Holloway wants to remind folks that he accepted the bout with Poirier on relatively short notice. If he was given the benefit of a full camp, Holloway believes he’d have had the time to properly prepare for the jump up.
“That was seven weeks to fight day, so I only had six weeks. We were still coming off of the December thing and was figuring stuff out,” Holloway said. “We’ll see what happens when I make the move and decide to put on more muscle and this and that. There’s always a narrative that people try to explore like, ‘He had to be there. He had to weigh this and that.’ There’s no difference.”
With that in mind, Holloway says that, should he dispatch Edgar (23-6-1 MMA; 17-6-1 UFC) next week, he’ll fight at whatever weight class he feels most comfortable next.
“After this fight, if they call me out for August to fight (Daniel Cormier), guess what: I’m weighing around 210, 220 pounds, I’ll make that walk, and I’ll fight him. You know what I mean?” Holloway said. “There’s no time in this. If you want to be the greatest pound-for-pound fighter in the world, I don’t think you should use weight as an excuse or anything really as an excuse. You just show up to fight.”
But he’s never going to take his eyes off defending what he’s already earned.
“And I always said, champ is a champ, and a king is a king of someone who defends their land, who defends their belt,” Holloway said. “That’s what true kings are, that’s what true kings do, and I wanted to come back down.”
SAN ANTONIO – Rafael dos Anjos was enjoying a relaxing family camping trip with his son when UFC president Dana White called to offer him the UFC on ESPN 4 headliner against Leon Edwards.
Less than 48 hours later, dos Anjos (29-11 MMA, 18-9 UFC) and his son packed their bags early and headed 800 miles back home in the car, so the former champion could begin training.
“When Dana called me, I said, ‘Hey, Dana, let me digest,’” dos Anjos told MMA Junkie at a pre-fight media day Thursday. “I was on the campsite in the middle of nowhere. I said, ‘OK.’ And I told my boy, ‘Let’s drive back home.’ And then we drove 800 miles, and I started my fight camp.”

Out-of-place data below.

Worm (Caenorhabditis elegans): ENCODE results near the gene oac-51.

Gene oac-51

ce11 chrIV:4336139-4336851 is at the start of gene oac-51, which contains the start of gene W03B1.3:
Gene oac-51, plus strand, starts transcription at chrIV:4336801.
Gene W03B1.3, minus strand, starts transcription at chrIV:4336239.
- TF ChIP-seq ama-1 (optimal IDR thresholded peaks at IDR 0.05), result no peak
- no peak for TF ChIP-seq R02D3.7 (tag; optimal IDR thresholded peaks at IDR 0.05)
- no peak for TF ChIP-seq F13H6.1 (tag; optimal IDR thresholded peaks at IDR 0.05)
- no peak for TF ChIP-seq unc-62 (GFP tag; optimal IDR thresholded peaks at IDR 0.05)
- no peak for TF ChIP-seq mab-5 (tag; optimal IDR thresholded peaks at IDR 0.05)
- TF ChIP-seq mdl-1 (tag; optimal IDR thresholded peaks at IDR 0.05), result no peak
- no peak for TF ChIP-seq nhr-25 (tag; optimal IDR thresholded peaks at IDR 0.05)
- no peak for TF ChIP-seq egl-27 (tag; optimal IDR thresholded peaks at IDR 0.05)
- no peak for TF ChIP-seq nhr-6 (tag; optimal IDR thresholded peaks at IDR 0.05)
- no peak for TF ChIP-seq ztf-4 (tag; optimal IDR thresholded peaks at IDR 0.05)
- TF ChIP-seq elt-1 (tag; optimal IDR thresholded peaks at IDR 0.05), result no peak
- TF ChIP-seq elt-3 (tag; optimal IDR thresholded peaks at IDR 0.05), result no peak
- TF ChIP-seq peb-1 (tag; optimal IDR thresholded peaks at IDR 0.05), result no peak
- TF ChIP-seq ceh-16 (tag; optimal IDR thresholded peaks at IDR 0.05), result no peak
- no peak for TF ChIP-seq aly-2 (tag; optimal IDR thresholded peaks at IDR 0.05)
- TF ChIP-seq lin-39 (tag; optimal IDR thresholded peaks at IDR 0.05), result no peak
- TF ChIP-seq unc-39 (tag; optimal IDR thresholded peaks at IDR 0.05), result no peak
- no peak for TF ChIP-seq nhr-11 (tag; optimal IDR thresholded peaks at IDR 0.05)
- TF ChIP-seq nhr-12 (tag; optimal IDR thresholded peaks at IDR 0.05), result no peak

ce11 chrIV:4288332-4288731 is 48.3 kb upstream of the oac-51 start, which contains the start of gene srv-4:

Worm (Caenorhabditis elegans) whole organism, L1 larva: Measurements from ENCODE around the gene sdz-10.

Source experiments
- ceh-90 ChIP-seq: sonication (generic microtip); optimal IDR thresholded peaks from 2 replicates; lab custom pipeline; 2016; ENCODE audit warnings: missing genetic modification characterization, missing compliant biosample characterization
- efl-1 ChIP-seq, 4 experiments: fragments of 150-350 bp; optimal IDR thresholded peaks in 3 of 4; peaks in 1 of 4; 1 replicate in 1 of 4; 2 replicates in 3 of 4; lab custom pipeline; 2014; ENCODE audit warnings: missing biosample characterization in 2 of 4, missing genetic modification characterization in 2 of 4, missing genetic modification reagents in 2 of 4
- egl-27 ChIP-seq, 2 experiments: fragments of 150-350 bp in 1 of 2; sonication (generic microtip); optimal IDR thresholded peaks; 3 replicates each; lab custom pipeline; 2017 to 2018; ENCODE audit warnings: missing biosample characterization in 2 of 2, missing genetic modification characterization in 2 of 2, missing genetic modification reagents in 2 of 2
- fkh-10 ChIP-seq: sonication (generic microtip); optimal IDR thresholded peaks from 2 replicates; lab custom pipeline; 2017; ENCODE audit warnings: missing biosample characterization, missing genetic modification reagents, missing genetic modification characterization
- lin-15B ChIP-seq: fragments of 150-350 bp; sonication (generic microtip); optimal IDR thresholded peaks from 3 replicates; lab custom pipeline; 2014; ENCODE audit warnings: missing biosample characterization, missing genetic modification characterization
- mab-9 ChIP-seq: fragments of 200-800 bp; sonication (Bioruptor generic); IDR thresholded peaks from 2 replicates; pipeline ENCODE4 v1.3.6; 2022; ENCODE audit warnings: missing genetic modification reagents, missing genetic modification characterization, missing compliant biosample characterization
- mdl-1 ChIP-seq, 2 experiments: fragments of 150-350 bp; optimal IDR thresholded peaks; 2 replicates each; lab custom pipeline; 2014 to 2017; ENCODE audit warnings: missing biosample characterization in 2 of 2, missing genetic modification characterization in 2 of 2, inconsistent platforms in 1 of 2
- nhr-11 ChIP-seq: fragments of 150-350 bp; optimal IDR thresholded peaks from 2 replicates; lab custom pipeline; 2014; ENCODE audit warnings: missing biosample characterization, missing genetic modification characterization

He added, “As long as I’m healthy and motivated. When I got this call, I was 800 miles away from home. I was in Utah camping with my son. … I was there for five days already. I still had two more nights. We had one more night, and we left. I got the call Friday, and I slept there Friday (and) Saturday. Then (we) drove back Sunday.”
While the departure was premature in comparison to their original plans, dos Anjos said his son understood what his father needed to do and handled it accordingly. As a result, “RDA” said another family vacation is already in the works for the end of the summer.
“He said, ‘Let’s go,’ because we had a good time,” dos Anjos said of his son. “We were already there for like five days. I explained to him I don’t put work in front of my family. My family comes first. I told him, ‘So, Dad is going to fight on July 20. I’m going to be busy now (during) fight camp. And after that, before (you’re) going to back to school, we’re going to do another nice, fun trip.’ So, he goes back to school in August or September, I think. So we’re still going to have time to have one more good break.”
As for a location for their upcoming trip, dos Anjos is eyeing his native land of Brazil – a place he has not leisured in over two years.
“Maybe we’ll go to Brazil,” dos Anjos said. “My last time there was March last year. But my family hasn’t been there in two years. I miss Brazil, too. Have a good time by the beach, eat some Brazilian food.”